Thinking of visiting or living in Australia? We’ve written a useful piece to help our readers understand the law and criminal records in Australia. Ignorance of the law cannot be used as a valid excuse when charged with a certain crime. While staying out of trouble altogether is the obvious solution, in real life things don’t always go like this. What happens when you do commit an offence in Australia and how will it affect your criminal record?

How does the age criteria apply?

Under Australian law, a child between 10-14 years is not considered responsible for a crime, which does not mean a very young offender might not end up in court. However, it is the prosecution’s job to prove the child was aware that what he or she did was very wrong. A child under the age of 14 is entitled to legal counsel and in most cases a good lawyer will argue their client did not understand the gravity of their act.

Minors over the age of 14 are responsible for their crimes in the eyes of the law, but they will be tried as juvenile defendants.

Once you turn 19, you are totally responsible for your acts and will be judged as an adult, even though many people that young are still very immature.

Juvenile offenders go to the Australian Children’s Court if they were younger than 19 at the time they committed the crime, even if they turn 19 by the time their case goes to trial.

Do all offences go on your criminal record?

This depends on the seriousness of your crime as well as on your attitude. If you are convicted in a court of law, whether you pleaded guilty or not, that conviction will go on your criminal record.

However, not all wrongdoings end up with a conviction.For instance, the judge will take a broad look at the situation, especially when you are charged with a minor offence. This is where your personal attitude plays an important role.

A judge will be more lenient with a defendant who owns up to the facts, assumes responsibility and expresses regret. All these will be considered mitigating facts, and the judge will also examine your personal circumstances, your family situation, whether you were bullied or peer-pressured into committing an offence.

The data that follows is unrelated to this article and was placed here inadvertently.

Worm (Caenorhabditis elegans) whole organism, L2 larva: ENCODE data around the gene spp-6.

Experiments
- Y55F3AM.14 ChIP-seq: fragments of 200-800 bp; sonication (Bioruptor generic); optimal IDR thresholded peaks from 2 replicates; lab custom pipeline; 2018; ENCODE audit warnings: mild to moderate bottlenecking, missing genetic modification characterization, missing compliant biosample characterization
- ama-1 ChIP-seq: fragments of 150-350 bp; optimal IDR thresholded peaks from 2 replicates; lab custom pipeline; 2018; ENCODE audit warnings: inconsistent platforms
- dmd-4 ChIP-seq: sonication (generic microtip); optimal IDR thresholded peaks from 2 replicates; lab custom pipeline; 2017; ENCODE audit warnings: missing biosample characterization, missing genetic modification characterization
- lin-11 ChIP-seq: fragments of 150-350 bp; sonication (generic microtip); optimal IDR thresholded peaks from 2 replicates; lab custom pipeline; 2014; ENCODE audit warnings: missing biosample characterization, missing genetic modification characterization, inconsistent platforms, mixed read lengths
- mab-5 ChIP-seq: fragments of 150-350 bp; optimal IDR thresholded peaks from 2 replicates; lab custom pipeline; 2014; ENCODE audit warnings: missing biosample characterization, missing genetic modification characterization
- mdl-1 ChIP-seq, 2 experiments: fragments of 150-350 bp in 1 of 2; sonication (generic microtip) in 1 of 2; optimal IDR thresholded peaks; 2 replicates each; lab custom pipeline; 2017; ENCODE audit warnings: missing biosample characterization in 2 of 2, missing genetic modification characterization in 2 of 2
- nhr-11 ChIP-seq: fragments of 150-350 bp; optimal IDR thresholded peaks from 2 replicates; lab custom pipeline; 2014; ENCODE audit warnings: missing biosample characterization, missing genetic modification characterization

If the judge finds enough mitigating circumstances, you might be let off with a warning and ordered to attend counseling sessions, without an actual conviction so the offence will not end up impacting your criminal record.

Do convictions stay on your criminal record permanently?

The law allows people convicted of minor offences to have the conviction erased from their disclosable criminal record, so it won’t affect their chances to further their education or to get a job. This is called the Spent Convictions scheme, which applies in all Australian states and territories. Convictions that resulted in a prison sentence of more than 30 months is considered serious enough to stay on your record.

Provisions may vary from one state to another, but generally a conviction is considered spent in 10 years, or 5 for juvenile defendants, provided you did not commit any other crime during that time.

Under this scheme, you are allowed not to disclose a spent conviction during a job interview and it is legal to swear under oath you don’t have a criminal record.

It should however be noted that there are certain checks and registrations in Australia that do not take spent convictions into account. For example, if you are applying for a working with vulnerable people registration (wwvp) or a working with children check (wwcc) in Australia then all convictions (including those when convicted as a child) are taken into account.

If you have any doubts as to what is and what isn’t on your record, you can always order a background check on yourself. There are many online character check agencies that are simple to use and provide you with a complete criminal record in a matter of days. If you’re considering applying for a job, it’s best to know exactly what is on your criminal record so you know how to address the issue during the interview.